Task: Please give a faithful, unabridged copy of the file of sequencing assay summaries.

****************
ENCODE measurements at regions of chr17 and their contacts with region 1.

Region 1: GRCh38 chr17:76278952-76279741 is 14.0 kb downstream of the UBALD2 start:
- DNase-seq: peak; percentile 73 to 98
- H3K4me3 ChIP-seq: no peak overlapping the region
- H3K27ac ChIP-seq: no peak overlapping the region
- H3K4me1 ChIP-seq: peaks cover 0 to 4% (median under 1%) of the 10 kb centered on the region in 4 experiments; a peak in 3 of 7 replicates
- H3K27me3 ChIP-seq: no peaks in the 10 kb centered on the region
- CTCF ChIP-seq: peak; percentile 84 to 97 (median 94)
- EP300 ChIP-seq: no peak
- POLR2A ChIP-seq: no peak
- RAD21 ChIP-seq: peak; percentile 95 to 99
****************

ENCODE measurements at regions of chr17 and their contacts with region 1.

Region 1: GRCh38 chr17:76278952-76279741 is 14.0 kb downstream of the UBALD2 start:
- DNase-seq: peak; percentile 73 to 98
- H3K4me3 ChIP-seq: no peak overlapping the region
- H3K27ac ChIP-seq: no peak overlapping the region
- H3K4me1 ChIP-seq: peaks cover 0 to 4% (median under 1%) of the 10 kb centered on the region in 4 experiments; a peak in 3 of 7 replicates
- H3K27me3 ChIP-seq: no peaks in the 10 kb centered on the region
- CTCF ChIP-seq: peak; percentile 84 to 97 (median 94)
- EP300 ChIP-seq: no peak
- POLR2A ChIP-seq: no peak
- RAD21 ChIP-seq: peak; percentile 95 to 99